|Ace In The Hole Downrigger Setup|
Rods ; Most rods used will probably be in the 8' 3" to 8' 6" range. Some use a longer rod, being more sensitive with the idea is that they can tell a lot easier if there is a small, "shaker" fish has taken the bait, but not tripped the release clip. This allows them to retrieve this fish and release it instead of dragging it around, possibly drowning it. The rod's power range (8#-17#) may be just a bit lighter than an average ocean salmon downrigger rod.
Reels ; The reels need not be as large as if you were ocean fishing as the targeted fish are not as large. However if fishing later in the year when there is possible returning larger fish, then a larger reel may be in order. An Ambassadeur 5000, 6500, Shimano TR100 or any levelwind good steelhead reel will work just fine. It just has to have a good drag system
Line ; Here you will get many different points of view. Many fisherpersons here will use the braided spectra type lines in about a 30# test. You do no need a 30#, but if you go smaller the line may dig down into the rest of the line on the spool, making for possible "birds nests" plus the knots get harder to see/tie. One thought here is that you can see the rod tip change if you happen to have a "shaker" on that has not popped off the release clip easier than with monofilament line.
If you are a monofilament line person, then line in the 15# range works OK also. Monofilament is less forgiving to in-experienced fisherpersons, as it has some stretch, equating somewhat to a bungie where they may well be able to bring a fish to the net, where if using spectra a fast move by the fish that the fisherperson does not anticipate, could result in a lost fish.
Lures ; You can troll herring, but the most common lure will be a spoon or a squid. This can be a Les Davis Coyote spoon in green/chrome or army truck. In areas where candle fish are common then the Les Davis NeedleFish may be a better choice. Another good lure is the Grand Slam bucktail, which is like a squid, but made out of many nylon leader material. Squid or "Hoochies" to some are a plastic tube with split tails that imitate bait fish. The added Spi-N-Glo is for a vibrating/rotating attractor.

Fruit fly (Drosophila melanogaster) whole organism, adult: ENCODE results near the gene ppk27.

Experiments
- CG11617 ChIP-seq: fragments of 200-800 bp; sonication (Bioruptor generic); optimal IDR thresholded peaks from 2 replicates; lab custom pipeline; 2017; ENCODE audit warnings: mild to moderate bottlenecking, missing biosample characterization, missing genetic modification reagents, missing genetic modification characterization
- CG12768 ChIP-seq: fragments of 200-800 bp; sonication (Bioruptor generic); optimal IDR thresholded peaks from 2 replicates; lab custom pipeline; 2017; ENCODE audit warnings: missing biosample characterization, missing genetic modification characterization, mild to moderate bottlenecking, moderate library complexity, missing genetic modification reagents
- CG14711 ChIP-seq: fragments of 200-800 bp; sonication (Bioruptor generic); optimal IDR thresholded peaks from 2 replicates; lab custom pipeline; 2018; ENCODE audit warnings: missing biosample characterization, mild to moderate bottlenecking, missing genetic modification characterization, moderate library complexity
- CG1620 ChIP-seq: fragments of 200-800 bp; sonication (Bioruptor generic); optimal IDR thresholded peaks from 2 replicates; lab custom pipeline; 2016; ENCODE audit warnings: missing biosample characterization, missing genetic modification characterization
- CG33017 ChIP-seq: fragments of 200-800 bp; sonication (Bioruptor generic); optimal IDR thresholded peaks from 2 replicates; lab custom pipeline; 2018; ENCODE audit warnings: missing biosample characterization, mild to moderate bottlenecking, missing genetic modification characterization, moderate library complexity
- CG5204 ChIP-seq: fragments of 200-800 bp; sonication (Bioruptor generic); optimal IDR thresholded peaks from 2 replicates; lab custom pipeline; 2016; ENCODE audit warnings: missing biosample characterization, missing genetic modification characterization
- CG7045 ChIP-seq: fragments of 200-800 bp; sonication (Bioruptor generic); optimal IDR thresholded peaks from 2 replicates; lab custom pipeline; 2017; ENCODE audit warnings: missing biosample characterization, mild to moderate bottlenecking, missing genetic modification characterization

Commercial salmon trolling plugs are also used effectively, although mostly by a limited number of fishermen, and the ones who do, try to keep it not well know.
|Here is a B2 Squid with a #4 Spi-N-Glo||Coyote Spoons|
Mooching ; Mooching can be a very productive method if used in conjunction with a good sonar, where you can spot concentrations of fish. You may encounter certain areas where moochers usually will be fishing. If this is the case, if you happen to be a troller, it may be best to stay on the outskirts of them to keep harmony amongst the group.
Jigging ; This method calls for a more of a concentration of fish than the mooching requirements, otherwise you are going a lot of casting into dead water.
Fin Clipped Fish ; The goal is to have all of these fish fin clipped. When this happens, then we may see better seasons.
For More Downrigging Info ; Go to Downrigger Trolling for Salmon article.
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Last updated 11-07-2005 Last Updated 12-26-2014